Self-Contained and Central Compost Systems

A self-contained composting toilet is an all-in-one unit, with both the toilet and composting tank in one area. This is the type of system you would find/install in an RV.

A central compost system looks like a traditional toilet but has a storage chamber either just below the bathroom or in a basement. This is more commonly used in a more traditional home that is in a fixed spot on land. They have more space available and can hold compost for a far longer period.

Nature's Head Self Contained Composting Toilet with Close Quarters Spider Handle Design
  • No one - and I mean no one - will beat my customer service and individual support
  • Easy to install by any reasonably handy person.

Watch This Video To See What an RV Composting Toilet Installation is Like:

If a picture’s worth a thousand words, a video is worth at least 10,000! Here our friends and co-hosts on The RVers Tom & Cait Morton show the installation of their composting toilet. Not every installation will be the same, but Tom & Cait cover a lot of the details typically involved.

Is a Composting RV Toilet Right For You?

Now that you understand how a composting RV toilet works, and even a bit about what’s involved in installing one, would you consider using one in your RV? Give us your #1 and/or #2 reasons for/against having one in the comments down below.

By the way… we spent a week with our friends Nikki & Jason Wynn in Panama a few years ago, helping them sail their catamaran through the Panama Canal. The head (bathroom) in our cabin was equipped with our own private composting toilet (two of the three toilets on their boat are composting). We had absolutely zero issues with odor from it.

That’s also the composting toilet from Nikki & Jason’s old motorhome pictured at the top of this article, and I smelled nothing while filming it for the video below.

So in case you’re wondering, if not for the fact that our toilet is mounted on a pedestal about 6″ above floor level (which would require substantial structural modification to change), we’d have installed a composting toilet in our rig years ago. With all the power we have available on our roof, water is our limiting factor on boondocking trips. And composting toilets save a TON of it! Plus, you don’t even need to worry about selecting RV safe toilet paper.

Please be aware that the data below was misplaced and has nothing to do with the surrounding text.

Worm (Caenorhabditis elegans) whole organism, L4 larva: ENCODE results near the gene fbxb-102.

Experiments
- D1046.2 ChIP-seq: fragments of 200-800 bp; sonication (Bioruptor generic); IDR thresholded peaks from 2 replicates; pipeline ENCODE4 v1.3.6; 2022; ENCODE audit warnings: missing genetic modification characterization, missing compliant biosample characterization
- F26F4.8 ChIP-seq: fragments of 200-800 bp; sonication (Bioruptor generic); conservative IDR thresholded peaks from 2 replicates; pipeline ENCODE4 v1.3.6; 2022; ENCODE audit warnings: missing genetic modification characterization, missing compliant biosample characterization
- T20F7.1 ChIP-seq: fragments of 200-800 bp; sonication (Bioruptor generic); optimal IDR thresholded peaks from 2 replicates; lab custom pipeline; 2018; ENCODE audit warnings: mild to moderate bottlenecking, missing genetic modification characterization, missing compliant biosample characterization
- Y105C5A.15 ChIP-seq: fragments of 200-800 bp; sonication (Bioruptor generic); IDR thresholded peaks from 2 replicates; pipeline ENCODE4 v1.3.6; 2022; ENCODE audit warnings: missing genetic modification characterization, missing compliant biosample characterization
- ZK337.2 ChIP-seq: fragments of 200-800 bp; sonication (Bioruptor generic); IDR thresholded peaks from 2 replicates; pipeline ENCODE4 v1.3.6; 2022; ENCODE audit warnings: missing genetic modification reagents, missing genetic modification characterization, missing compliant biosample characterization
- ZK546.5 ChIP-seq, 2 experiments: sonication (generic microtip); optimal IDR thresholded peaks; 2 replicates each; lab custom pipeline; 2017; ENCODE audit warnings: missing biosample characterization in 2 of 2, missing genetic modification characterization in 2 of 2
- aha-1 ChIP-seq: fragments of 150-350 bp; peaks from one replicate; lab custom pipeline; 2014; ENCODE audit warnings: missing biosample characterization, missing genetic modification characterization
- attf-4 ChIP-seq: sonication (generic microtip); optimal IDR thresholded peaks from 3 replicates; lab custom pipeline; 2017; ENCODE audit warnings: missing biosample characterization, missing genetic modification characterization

But maybe you’re more of the outdoors type and are looking for an option for less pampered camping, where you don’t have a toilet at all? Then maybe the Krapp Strapp is the thing for you?

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Judy Bowen

Tuesday 29th of March 2022

I have IBS which mean a fair bit of liquid stool. Would this be a problem for a composting toilet in that it is less solid?

Meg Magruder

Tuesday 28th of March 2023

@Judy Bowen, I have a Natures Head. We have used when camping and Tailgating for several years. It would likely need some experimenting on what would be the most useful fill material. Maybe a mix of fill possibly some clumping litter. Or a more powerful fan to help "dry" the solids area.

Think of it as a human litterbox.


Wednesday 30th of March 2022

Sorry to hear, Judy. Composting toilets should handle anything that comes out. It just might need to be emptied a bit more often, or require a bit more composting material.

Gay Tacoma Washington

Tuesday 29th of March 2022

Interesting. I've heard of the Composting Toilet. It seems like a better idea than flush toilets, since it doesn't use water. But I've never used a composting toilet. I don't know how it works.